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Charles Krauthammer

The Pressure-Cooker Theory

By Charles Krauthammer
Friday, August 27, 2004; Page A21

Upon losing a game at the 1925 Baden-Baden tournament, Aaron Nimzowitsch, the great chess theoretician and a superb player, knocked the pieces off the board, jumped on the table and screamed, "How can I lose to this idiot?"

Nimzowitsch may have lived decades ago in Denmark, but he had the soul of a modern American Democrat. After all, Democrats have been saying much the same -- with similar body language -- ever since the erudite Adlai Stevenson lost to the syntactically challenged Dwight Eisenhower in 1952. They said it again when they lost to that supposed simpleton Ronald Reagan. Twice, would you believe? With George W. Bush, they are at it again, and equally apoplectic.

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Actually, this time around, even more apoplectic. The Democrats' current disdain for George Bush reminds me of another chess master, Efim Bogoljubov, who once said, "When I am White, I win because I am White" -- White moves first and therefore has a distinct advantage -- "when I am Black, I win because I am Bogoljubov." John Kerry is a man of similar vanity -- intellectual and moral -- and that spirit thoroughly permeates the Democratic Party.

Democrats feel a mixture of horror and contempt for the huddled masses -- so bovine, so benighted, so besotted with talk radio -- who made a king of an empty-headed movie star (Reagan, long before Arnold) and inexplicably want the Republicans' current nitwit leader to have a second term.

Historians will have a field day trying to fathom the depths of detestation that the Democrats are carrying into this campaign. Vanity is only part of it. What else is at play? First, and most obviously, revenge. Democrats have convinced themselves that Bush stole the last election. They cannot bear suffering not just a bad presidency but an illegitimate one.

Moreover, against all expectations, it turned out to be a consequential presidency. Bush was not the mild-mannered, Gerald Ford-like Republican he was expected to be -- transitional and minor. He turned out to be quite the revolutionary, most especially in his radical reordering of American foreign policy. A usurper is merely offensive; a consequential usurper is intolerable.

But that is still not enough to account for the level of venom today. It is not often that a losing presidential candidate (Al Gore) compares the man who defeated him to both Hitler and Stalin. It is not often that a senior party leader (Edward Kennedy) accuses a sitting president of starting a war ("cooked up in Texas") to gain political advantage for his reelection.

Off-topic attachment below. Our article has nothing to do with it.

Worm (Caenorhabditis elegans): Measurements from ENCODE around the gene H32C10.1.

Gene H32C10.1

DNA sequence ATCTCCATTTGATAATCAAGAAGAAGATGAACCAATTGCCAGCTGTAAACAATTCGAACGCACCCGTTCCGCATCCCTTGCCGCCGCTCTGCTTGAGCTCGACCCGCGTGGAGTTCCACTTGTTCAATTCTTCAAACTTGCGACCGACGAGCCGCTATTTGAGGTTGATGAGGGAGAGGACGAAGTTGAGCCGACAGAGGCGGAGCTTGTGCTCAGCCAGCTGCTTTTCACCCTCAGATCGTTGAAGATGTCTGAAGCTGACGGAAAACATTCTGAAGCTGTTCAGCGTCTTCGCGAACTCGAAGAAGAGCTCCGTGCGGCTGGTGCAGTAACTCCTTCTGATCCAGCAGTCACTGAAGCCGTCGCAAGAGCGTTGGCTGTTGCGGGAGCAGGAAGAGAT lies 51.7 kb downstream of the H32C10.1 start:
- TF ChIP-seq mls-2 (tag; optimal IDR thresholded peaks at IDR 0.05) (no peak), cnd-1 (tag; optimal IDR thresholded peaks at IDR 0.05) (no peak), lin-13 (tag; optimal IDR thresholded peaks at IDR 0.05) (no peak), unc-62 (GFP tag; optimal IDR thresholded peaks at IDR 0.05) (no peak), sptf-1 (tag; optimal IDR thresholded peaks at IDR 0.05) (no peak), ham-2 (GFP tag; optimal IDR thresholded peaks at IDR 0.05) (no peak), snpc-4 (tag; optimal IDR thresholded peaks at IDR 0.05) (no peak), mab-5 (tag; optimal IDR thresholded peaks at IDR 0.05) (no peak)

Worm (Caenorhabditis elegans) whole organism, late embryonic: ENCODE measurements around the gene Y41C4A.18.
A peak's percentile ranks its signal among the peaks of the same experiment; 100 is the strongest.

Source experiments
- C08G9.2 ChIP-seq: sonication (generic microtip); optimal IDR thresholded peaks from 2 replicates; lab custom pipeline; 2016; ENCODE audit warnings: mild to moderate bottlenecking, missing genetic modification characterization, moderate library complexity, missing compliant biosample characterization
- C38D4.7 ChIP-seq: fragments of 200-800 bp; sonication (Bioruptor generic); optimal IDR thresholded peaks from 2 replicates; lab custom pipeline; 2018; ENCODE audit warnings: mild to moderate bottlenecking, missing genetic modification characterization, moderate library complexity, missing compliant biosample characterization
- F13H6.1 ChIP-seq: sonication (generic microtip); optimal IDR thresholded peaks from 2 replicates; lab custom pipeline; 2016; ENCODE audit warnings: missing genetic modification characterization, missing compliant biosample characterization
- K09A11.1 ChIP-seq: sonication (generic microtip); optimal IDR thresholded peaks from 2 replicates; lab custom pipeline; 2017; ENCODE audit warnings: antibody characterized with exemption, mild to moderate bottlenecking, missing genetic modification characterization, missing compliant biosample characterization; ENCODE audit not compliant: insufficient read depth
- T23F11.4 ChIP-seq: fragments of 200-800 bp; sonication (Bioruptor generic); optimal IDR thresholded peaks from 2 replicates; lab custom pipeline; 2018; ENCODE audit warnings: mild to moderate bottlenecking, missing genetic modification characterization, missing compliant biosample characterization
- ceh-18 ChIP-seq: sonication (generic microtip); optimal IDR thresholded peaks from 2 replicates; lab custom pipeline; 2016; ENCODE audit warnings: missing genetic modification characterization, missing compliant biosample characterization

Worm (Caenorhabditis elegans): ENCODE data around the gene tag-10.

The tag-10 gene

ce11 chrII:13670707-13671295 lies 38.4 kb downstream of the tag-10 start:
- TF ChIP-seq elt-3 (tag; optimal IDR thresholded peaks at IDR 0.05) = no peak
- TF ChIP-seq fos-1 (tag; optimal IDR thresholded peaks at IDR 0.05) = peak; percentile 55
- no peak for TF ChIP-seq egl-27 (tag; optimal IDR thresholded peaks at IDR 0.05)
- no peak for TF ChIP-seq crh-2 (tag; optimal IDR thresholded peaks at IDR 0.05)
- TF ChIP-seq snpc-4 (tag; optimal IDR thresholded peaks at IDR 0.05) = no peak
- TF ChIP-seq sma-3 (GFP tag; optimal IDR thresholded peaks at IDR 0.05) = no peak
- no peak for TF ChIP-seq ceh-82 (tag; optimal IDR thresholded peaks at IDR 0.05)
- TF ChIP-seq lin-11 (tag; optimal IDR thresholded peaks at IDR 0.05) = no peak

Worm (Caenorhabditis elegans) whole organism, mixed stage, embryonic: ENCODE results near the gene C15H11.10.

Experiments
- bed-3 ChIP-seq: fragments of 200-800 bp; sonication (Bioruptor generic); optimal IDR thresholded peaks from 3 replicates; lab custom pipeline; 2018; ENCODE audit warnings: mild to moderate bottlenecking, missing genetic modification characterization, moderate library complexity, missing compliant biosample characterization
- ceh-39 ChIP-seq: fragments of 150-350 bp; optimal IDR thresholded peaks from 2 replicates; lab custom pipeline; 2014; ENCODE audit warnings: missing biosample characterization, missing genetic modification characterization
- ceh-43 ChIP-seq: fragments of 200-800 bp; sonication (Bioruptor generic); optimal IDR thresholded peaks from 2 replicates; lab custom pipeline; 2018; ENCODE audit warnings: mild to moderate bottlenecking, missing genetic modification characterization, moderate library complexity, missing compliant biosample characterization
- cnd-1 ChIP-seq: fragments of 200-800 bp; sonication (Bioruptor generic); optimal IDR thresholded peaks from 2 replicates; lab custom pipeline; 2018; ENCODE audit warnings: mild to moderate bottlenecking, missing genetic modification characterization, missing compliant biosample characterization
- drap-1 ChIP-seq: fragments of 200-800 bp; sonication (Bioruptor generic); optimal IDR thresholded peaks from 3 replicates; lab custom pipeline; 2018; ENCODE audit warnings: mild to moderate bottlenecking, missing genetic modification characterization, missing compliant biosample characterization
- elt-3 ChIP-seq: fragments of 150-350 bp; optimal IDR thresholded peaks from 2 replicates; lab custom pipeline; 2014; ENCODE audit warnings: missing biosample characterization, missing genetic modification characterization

The loathing goes far beyond the politicians. Liberals as a body have gone quite around the twist. I count one all-star rock tour, three movies, four current theatrical productions and five bestsellers (a full one-third of the New York Times list) variously devoted to ridiculing, denigrating, attacking and devaluing this president, this presidency and all who might, God knows why, support it.

How to explain? With apologies to Dr. Freud, I propose the Pressure Cooker Theory of Hydraulic Release.

The hostility, resentment, envy and disdain, all superheated in Florida, were not permitted their natural discharge. Came Sept. 11 and a lid was forced down. How can you seek revenge for a stolen election by a nitwit usurper when all of a sudden we are at war and the people, bless them, are rallying around the flag and hailing the commander in chief? With Bush riding high in the polls, with flags flying from pickup trucks (many of the flags, according to Howard Dean, Confederate), the president was untouchable.

The Democrats fell unnaturally silent. For two long, agonizing years, they had to stifle and suppress. It was the most serious case of repression since Freud's Anna O. went limp. The forced deference nearly killed them. And then, providentially, they were saved. The clouds parted and bad news rained down like manna: WMDs, Abu Ghraib, Richard Clarke, Paul O'Neill, Joe Wilson and, most important, continued fighting in Iraq.

With the president stripped of his halo, his ratings went down. The spell was broken. He was finally, once again, human and vulnerable. With immense relief, the critics let loose.

The result has been volcanic. The subject of one prominent new novel is whether George W. Bush should be assassinated. This is all quite unhinged. Good God. What if Bush is reelected? If they lose to him again, Democrats will need more than just consolation. They'll need therapy.

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